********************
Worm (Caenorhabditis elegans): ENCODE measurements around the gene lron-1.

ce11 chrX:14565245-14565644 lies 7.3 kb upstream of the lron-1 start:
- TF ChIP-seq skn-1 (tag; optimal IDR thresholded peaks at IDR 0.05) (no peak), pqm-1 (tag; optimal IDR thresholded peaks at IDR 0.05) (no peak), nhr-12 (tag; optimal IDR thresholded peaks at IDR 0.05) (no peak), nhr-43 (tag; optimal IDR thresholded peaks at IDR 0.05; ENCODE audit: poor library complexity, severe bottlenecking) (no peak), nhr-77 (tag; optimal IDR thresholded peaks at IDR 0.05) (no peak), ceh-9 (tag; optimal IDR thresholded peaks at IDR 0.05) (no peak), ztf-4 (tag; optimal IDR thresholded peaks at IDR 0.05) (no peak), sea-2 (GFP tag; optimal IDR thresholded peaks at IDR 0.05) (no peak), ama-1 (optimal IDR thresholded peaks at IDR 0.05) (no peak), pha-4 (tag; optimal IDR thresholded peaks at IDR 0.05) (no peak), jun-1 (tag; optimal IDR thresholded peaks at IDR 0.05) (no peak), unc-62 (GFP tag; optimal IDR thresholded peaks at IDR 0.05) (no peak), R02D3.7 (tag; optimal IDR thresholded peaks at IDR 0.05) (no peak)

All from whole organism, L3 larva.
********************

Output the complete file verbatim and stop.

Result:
Worm (Caenorhabditis elegans): ENCODE measurements around the gene lron-1.

ce11 chrX:14565245-14565644 lies 7.3 kb upstream of the lron-1 start:
- TF ChIP-seq skn-1 (tag; optimal IDR thresholded peaks at IDR 0.05) (no peak), pqm-1 (tag; optimal IDR thresholded peaks at IDR 0.05) (no peak), nhr-12 (tag; optimal IDR thresholded peaks at IDR 0.05) (no peak), nhr-43 (tag; optimal IDR thresholded peaks at IDR 0.05; ENCODE audit: poor library complexity, severe bottlenecking) (no peak), nhr-77 (tag; optimal IDR thresholded peaks at IDR 0.05) (no peak), ceh-9 (tag; optimal IDR thresholded peaks at IDR 0.05) (no peak), ztf-4 (tag; optimal IDR thresholded peaks at IDR 0.05) (no peak), sea-2 (GFP tag; optimal IDR thresholded peaks at IDR 0.05) (no peak), ama-1 (optimal IDR thresholded peaks at IDR 0.05) (no peak), pha-4 (tag; optimal IDR thresholded peaks at IDR 0.05) (no peak), jun-1 (tag; optimal IDR thresholded peaks at IDR 0.05) (no peak), unc-62 (GFP tag; optimal IDR thresholded peaks at IDR 0.05) (no peak), R02D3.7 (tag; optimal IDR thresholded peaks at IDR 0.05) (no peak)

All from whole organism, L3 larva.